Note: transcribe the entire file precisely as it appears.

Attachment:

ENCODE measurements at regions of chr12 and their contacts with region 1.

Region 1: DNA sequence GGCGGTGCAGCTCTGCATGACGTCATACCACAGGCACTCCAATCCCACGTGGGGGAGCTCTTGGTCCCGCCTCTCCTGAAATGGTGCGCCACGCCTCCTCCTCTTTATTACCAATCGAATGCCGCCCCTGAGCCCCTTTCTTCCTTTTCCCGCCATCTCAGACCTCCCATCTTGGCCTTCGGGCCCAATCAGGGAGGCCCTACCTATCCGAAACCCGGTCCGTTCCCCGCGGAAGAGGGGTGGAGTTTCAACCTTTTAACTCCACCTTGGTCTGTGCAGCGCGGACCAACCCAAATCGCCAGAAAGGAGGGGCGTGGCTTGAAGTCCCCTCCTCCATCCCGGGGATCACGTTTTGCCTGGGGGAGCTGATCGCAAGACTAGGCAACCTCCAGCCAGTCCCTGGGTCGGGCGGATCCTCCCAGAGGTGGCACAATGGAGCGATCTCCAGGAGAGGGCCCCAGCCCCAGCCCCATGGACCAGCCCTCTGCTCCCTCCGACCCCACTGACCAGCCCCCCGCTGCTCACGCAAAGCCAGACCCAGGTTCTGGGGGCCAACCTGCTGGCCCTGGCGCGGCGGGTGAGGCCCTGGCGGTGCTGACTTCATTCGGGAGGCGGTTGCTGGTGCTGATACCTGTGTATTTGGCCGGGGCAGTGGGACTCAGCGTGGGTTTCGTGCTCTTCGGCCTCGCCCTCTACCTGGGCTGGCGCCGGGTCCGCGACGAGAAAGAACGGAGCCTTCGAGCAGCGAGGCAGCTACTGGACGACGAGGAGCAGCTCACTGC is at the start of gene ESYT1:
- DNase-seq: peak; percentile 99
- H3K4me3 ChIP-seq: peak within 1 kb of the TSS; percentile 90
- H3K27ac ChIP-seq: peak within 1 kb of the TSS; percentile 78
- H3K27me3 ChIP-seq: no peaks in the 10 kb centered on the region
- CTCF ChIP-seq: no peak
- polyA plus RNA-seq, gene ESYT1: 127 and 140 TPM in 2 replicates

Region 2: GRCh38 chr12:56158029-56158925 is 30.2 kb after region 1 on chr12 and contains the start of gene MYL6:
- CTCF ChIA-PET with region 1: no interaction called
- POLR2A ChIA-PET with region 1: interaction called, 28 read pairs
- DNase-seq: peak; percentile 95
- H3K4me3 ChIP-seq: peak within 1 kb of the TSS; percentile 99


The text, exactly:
ENCODE measurements at regions of chr12 and their contacts with region 1.

Region 1: DNA sequence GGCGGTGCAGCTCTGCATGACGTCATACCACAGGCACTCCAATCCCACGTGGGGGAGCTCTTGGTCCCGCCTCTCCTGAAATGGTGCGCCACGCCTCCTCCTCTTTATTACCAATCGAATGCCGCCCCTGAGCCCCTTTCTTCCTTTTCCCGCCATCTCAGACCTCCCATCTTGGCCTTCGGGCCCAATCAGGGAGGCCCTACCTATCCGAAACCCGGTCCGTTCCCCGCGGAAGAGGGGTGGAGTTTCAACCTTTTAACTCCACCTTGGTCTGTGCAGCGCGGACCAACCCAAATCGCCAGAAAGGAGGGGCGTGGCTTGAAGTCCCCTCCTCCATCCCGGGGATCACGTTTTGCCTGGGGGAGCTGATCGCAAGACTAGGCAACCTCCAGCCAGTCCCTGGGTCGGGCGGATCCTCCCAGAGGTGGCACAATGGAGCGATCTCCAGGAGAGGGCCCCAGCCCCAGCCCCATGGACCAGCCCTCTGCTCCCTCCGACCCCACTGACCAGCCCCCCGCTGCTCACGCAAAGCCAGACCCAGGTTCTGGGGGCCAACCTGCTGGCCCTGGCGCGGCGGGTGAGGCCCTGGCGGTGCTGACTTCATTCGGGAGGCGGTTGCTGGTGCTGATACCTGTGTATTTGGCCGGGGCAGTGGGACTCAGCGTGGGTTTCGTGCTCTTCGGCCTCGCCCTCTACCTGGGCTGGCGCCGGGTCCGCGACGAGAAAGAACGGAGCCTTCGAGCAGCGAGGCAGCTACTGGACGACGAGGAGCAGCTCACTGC is at the start of gene ESYT1:
- DNase-seq: peak; percentile 99
- H3K4me3 ChIP-seq: peak within 1 kb of the TSS; percentile 90
- H3K27ac ChIP-seq: peak within 1 kb of the TSS; percentile 78
- H3K27me3 ChIP-seq: no peaks in the 10 kb centered on the region
- CTCF ChIP-seq: no peak
- polyA plus RNA-seq, gene ESYT1: 127 and 140 TPM in 2 replicates

Region 2: GRCh38 chr12:56158029-56158925 is 30.2 kb after region 1 on chr12 and contains the start of gene MYL6:
- CTCF ChIA-PET with region 1: no interaction called
- POLR2A ChIA-PET with region 1: interaction called, 28 read pairs
- DNase-seq: peak; percentile 95
- H3K4me3 ChIP-seq: peak within 1 kb of the TSS; percentile 99